United States District Court, D. South Carolina, Anderson/Greenwood Division
Christina Black, Plaintiff, represented by James Lewis
Cromer, J Lewis Cromer and Associates, Julius Wistar Babb,
IV, J Lewis Cromer and Associates & Shannon Polvi, J Lewis
Cromer and Associates.
Carolina Department of Corrections, Defendant, represented by
Eugene H. Matthews, Richardson Plowden and Robinson.
REPORT OF MAGISTRATE JUDGE
F. McDONALD, Magistrate Judge.
matter is before the court on the defendant's motion to
dismiss (doc. 5). Pursuant to the provisions of Title 28,
United States Code, Section 636(b)(1)(A), and Local Civ. Rule
73.02(B)(2)(g) (D.S.C.), this magistrate judge is authorized
to review all pretrial matters in employment discrimination
cases and submit findings and recommendations to the district
defendant removed this case from the McCormick County Court
of Common Pleas on January 11, 2016 (doc.1), based upon this
court's federal question jurisdiction. See 28
U.S.C. Â§ 1331. In her complaint, the plaintiff alleges two
causes of action: (1) a federal claim for interference with
rights in violation of the Family and Medical Leave Act
("FMLA") and (2) a state law claim for wrongful
discharge in violation of public policy.
defendant has moved to dismiss the case pursuant to Federal
Rule of Civil Procedure 12(b)(1) and (6) and for judgment on
the pleadings under Rule 12(c). On February 19, 2016, the
plaintiff filed a response in opposition to the motion to
dismiss (doc. 12), and on February 26, 2016, the defendant
filed a reply (doc. 16).
plaintiff is a former employee of the defendant South
Carolina Department of Corrections ("the defendant"
or "SCDC"). SCDC is an agency of the State of South
Carolina (doc. 1-1, comp., parties Â¶Â¶ 1-2).
first cause of action, the plaintiff alleges that the
defendant violated her rights under the FMLA (doc. 1-1, comp.
Â¶Â¶ 6-14, 25-30). The plaintiff alleges that in her most
recently updated family medical leave request from her
physician, her physician indicated that the plaintiff
"suffers from a lifelong condition, " she was seen
by her doctor on September 25, 2013, and that she was able to
return to work on November 20, 2013 ( id., factual
allegations Â¶ 13). The plaintiff returned to work on November
21, 2013 ( id. Â¶ 15). Thereafter, she claims that
she was "targeted, " "reprimanded for
pretextual reasons, " and ultimately terminated from
employment ( id. Â¶Â¶ 16-23). The plaintiff claims
that she went on medical leave under the FMLA for her own
serious heath condition and was terminated "for
exercising her rights pursuant to the FMLA" (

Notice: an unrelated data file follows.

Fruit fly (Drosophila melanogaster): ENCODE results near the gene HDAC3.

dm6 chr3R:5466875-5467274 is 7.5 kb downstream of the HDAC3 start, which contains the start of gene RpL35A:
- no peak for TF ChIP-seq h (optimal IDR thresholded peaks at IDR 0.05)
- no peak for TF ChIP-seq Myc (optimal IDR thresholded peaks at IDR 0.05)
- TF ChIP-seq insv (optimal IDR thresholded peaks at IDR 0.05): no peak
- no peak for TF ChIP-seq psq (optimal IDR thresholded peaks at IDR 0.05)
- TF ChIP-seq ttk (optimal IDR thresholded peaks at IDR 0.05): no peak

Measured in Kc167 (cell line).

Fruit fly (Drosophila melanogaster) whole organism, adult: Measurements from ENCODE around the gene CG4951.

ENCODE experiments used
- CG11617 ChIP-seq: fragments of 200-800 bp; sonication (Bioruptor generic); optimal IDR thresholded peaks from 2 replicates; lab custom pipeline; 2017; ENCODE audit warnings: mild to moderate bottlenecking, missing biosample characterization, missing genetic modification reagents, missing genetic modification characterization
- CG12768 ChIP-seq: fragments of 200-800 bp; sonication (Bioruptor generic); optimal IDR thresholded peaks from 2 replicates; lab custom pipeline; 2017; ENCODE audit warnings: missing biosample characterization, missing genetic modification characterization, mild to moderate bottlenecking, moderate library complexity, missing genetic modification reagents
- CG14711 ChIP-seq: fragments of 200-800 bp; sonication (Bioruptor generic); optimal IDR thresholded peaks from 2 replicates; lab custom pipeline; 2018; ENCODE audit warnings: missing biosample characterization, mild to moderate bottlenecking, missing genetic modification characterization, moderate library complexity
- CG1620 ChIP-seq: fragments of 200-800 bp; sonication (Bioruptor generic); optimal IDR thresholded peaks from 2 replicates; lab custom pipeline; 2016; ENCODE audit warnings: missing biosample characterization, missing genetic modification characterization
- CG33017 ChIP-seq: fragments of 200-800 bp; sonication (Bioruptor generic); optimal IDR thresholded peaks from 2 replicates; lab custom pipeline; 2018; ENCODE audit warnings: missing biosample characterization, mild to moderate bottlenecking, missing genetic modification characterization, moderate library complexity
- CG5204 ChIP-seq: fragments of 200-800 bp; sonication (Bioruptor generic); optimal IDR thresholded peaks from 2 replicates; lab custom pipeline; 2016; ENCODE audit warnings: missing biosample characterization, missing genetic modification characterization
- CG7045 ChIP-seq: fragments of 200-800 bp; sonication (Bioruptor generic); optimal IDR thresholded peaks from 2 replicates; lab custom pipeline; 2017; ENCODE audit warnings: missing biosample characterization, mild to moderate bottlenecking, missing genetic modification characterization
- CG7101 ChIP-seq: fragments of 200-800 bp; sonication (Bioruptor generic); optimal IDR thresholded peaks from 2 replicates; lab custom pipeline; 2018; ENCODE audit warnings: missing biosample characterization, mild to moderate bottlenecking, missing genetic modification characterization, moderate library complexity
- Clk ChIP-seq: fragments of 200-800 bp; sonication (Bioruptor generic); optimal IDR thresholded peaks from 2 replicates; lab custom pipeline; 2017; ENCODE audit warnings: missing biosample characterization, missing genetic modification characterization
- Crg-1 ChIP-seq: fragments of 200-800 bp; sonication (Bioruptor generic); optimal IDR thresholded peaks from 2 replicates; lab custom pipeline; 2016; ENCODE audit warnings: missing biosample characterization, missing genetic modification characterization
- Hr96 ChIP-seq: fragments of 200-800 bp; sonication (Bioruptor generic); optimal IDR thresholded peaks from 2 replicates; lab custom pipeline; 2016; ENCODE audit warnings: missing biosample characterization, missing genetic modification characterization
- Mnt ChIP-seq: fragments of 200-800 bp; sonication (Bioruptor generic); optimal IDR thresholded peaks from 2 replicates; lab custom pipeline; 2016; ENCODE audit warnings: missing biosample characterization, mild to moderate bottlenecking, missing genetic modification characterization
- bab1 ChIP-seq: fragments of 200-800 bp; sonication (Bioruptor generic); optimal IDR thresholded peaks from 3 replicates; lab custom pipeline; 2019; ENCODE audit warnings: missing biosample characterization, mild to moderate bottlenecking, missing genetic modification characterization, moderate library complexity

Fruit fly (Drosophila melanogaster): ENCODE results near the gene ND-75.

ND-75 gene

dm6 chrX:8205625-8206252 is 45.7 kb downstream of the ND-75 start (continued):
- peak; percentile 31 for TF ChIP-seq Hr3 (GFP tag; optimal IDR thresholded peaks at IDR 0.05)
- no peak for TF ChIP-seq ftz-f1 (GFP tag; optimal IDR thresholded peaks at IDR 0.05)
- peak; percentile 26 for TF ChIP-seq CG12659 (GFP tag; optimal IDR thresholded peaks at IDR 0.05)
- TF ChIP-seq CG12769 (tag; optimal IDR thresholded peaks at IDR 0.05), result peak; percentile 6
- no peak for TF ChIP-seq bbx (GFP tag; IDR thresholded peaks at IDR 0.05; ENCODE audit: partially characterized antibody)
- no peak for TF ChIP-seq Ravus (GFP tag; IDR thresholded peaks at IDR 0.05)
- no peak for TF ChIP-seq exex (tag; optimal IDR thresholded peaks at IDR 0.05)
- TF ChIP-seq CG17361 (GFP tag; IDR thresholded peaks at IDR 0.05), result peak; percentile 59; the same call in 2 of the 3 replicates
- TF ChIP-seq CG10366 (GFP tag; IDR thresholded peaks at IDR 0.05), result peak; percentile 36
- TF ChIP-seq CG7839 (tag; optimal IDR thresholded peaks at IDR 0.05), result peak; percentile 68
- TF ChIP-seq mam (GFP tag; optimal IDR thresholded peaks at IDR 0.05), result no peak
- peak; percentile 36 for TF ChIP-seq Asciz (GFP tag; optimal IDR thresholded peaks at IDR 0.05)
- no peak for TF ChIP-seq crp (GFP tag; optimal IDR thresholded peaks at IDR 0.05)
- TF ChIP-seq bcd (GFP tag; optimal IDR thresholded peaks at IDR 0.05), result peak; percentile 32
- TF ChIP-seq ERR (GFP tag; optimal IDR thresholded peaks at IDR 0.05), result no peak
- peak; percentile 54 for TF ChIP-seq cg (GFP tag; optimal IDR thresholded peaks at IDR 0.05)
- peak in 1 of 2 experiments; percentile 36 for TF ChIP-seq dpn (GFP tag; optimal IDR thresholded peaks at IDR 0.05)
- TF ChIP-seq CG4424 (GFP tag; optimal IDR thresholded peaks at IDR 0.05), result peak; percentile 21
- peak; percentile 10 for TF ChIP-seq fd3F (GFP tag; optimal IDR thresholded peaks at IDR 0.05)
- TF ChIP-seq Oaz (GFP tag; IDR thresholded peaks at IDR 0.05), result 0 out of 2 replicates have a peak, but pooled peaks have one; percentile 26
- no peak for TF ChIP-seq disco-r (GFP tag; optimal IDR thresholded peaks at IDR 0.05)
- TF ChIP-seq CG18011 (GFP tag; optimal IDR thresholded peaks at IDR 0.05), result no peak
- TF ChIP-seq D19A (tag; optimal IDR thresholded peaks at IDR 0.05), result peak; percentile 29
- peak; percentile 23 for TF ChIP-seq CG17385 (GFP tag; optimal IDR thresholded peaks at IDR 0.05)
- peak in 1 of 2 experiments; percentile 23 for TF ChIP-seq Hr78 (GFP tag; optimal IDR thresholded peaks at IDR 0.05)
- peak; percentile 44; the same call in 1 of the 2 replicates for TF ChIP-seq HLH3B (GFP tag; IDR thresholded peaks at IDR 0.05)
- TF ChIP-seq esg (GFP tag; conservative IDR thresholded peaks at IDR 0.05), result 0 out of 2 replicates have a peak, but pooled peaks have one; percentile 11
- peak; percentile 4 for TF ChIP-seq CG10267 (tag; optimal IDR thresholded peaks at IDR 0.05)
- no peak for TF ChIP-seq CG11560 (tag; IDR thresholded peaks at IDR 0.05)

id. Â¶Â¶ 27-29). As relief, the plaintiff seeks
"back pay, front pay, liquidated damages, interest,
attorney's fees and costs, equitable relief as may be
appropriate, including reinstatement, and all other relief
she may be entitled to under the FMLA" ( id. Â¶
second cause of action, the plaintiff alleges that SCDC
terminated her employment in violation of the public policy
of South Carolina. Specifically, the plaintiff states that
Provisions 1.1, 2.1, and 7.2 of the Code of Ethics for Nurses
set forth "clear mandates of public policy" (
id. Â¶Â¶ 32-33) (citing S.C. Code Ann. Â§ 40-33-70
("Nurses shall conduct themselves in accordance with the
code of ethics adopted by the board in regulation."))).
She alleges that SCDC wrongfully terminated her because she
"did carry out the functions of her job competently and
satisfactorily as reflected in all employee annual
evaluations and in accordance with the Code of Ethics for
Nurses... ( id. Â¶ 35).
LAW AND ANALYSIS
Standard of Review
defendant has moved for dismissal of the plaintiff's FMLA
cause of action under Federal Rule of Civil Procedure
12(b)(1) and (6) and has moved for judgment on the pleadings
on the plaintiff's wrongful discharge in violation of
public policy cause of action under Rule 12(c) (doc. 5 at 1).
A Rule 12(c) motion is assessed under the same standards as a
motion to dismiss under Rule 12(b)(6). Occupy Columbia
v. Haley, 738 F.3d 107, 115 (4th Cir. 2013) (citing
Edwards v. City of Goldsboro, 178 F.3d 231, 243 (4th
Cir.1999)). "The purpose of a Rule 12(b)(6) motion is to
test the sufficiency of a complaint." Williams v.
Preiss-Wal Pat III, LLC, 17 F.Supp. 3d 528, 531 (D.S.C.
2014) (quoting Edwards v. City of Goldsboro, 178
F.3d 231, 243 (4th Cir. 1999)). "[T]he facts alleged
must be enough to raise a right to relief above the
speculative level' and must provide enough facts to state
a claim to relief that is plausible on its face.'"
Robinson v. American Honda Motor Co., Inc., 551 F.3d
218, 222 (4th Cir. 2009) (quoting Bell Atlantic Corp. v.
Twombly, 550 U.S. 544, 555, 569 (2007)). "The
plausibility standard is not akin to a probability
requirement, but it asks for more than a sheer possibility
that a defendant has acted unlawfully." Ashcroft v.
Iqbal, 556 U.S. 662, 678 (2009) (internal quotation
complaint "does not need [to allege] detailed factual
allegations, " pleadings that contain mere "labels
and conclusions" or "a formulaic recitation of the
elements of a cause of action will not do."
Twombly, 550 U.S. at 555. "Where a complaint
pleads facts that are merely consistent with a
defendant's liability, it stops short of the line between
possibility and plausibility of entitlement to relief."
Iqbal, 556 U.S. at 678 (internal quotation marks
omitted). Stated differently, "where the well-pleaded
facts do not permit the court to infer more than the mere
possibility of misconduct, the complaint has alleged-but it
has not show [n]'-that the pleader is entitled to
relief.'" Id. at 679 (quoting Fed.R.Civ.P.
8(a)(2)). When determining a motion to dismiss pursuant to
Rule 12(b)(6), the court must take all well-pled material
allegations of the ...